EIC: 38.4% more firms shutter in July

EIC: 38.4% more firms shutter in July

Business closures spiked 38.4% year-on-year from June to July, with higher figures anticipated in the second half attributed to the economic downturn amid the pandemic crisis, says a research house.

For the first 18 days of August, the ratio of business closures increased by 37.9% year-on-year, according to the Economic Intelligence Centre (EIC), a research house under Siam Commercial Bank.

Total business closures tallied 13,400 year-to-date as of Aug 18.

On average, business closures grew 38% for 2.5 months and the ratio is expected to inch up in the second half of the year, said Yunyong Thaicharoen first executive vice-president of EIC.

Heavily affected sectors announcing closures were mainly hotels and tourism-related businesses, textiles and automotive, said Mr Yunyong.

Business closure announcements lag behind in an economic downturn, so they should continue to progress in line with this year's negative economic outlook, he said.

"We cannot predict the rate [of business closures] later this year because it requires analysis with updated data, but the rate is expected to be a double-digit increase," said Mr Yunyong.

Business closures also lead to a higher unemployment rate.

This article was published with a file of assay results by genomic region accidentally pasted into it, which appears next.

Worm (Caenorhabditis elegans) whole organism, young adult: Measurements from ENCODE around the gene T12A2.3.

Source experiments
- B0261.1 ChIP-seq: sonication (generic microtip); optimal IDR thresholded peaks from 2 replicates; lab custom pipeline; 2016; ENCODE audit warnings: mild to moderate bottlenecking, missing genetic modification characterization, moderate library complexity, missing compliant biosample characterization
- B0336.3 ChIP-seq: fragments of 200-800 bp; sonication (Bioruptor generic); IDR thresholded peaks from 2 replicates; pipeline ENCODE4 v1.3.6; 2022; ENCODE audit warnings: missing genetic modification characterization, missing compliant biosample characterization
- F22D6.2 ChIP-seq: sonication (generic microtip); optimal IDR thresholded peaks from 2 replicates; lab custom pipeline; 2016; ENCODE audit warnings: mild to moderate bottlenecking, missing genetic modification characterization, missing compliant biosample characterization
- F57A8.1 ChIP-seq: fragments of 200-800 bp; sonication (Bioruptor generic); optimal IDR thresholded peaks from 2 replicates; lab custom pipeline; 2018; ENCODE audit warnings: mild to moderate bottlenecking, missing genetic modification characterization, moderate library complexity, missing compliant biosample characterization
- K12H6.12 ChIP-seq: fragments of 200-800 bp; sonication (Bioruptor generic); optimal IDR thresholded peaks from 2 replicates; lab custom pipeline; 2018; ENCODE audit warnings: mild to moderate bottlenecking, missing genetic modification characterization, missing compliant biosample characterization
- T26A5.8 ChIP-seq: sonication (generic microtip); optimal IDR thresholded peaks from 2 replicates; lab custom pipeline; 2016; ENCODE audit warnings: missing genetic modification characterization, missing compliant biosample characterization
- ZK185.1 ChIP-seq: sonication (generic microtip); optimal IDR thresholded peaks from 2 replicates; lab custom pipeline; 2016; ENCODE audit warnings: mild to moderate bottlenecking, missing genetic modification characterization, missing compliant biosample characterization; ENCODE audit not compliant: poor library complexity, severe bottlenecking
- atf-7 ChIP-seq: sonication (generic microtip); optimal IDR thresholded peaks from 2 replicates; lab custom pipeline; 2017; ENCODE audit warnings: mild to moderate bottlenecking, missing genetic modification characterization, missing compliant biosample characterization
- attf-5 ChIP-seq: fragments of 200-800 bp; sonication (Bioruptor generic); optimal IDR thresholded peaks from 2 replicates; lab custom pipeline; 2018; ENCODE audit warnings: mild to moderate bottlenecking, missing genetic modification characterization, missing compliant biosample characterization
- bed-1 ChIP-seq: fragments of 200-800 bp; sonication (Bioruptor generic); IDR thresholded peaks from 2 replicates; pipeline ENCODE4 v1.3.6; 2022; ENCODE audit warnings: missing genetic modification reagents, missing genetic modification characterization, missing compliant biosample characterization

In the second quarter, Thailand's unemployed workers totalled 745,000, a near double-digit increase compared with last year's corresponding period.

The country's unemployment rate increased to 1.95% in the April-June quarter, a record high since the first quarter of 2009, according to the EIC.

The services sector, hotels and restaurants saw the most unemployment as they have been reeling from the outbreak, particularly businesses relying on external demand and foreign tourists.

The number of unemployed individuals in the hospitality and restaurant businesses were around 84,000 in the second quarter, while other services businesses were at 91,000.

At the same time, hotels and restaurants showed the highest unemployment rate at 2.9%, followed by 2.8% for construction and electronics at 2%.

Mr Yunyong said the unemployed individuals aged 15-24 are largely comprised of graduates.

This is the key risk segment, which shows an unemployment of 324,000 people, equivalent to 98.2% of total unemployment in the second quarter, up from 209,000 logged in the first quarter, he said. The youth unemployment rate in the second quarter was 8.6%.

Underemployment also increased, resulting from fewer hours for both full-time and overtime workers.

Work hours per week declined to 38.1 hours on average in the second quarter, down from 40.7 hours in the first quarter and 42.7 hours at year-end 2019.

"The pandemic is scarring the economy, especially with the business closures and unemployment. With a vulnerable labour market, underemployed and furloughed workers could reach 3-5 million in the coming period," Mr Yunyong said.

Higher household debt is another symptom of the stalled recovery. Thailand's household debt-to-GDP ratio could rise to 88-89% at year-end from 80.1% in the first quarter, said the EIC.

The EIC downgraded its prediction for GDP contraction this year to 7.8% from a 7.3% decline.

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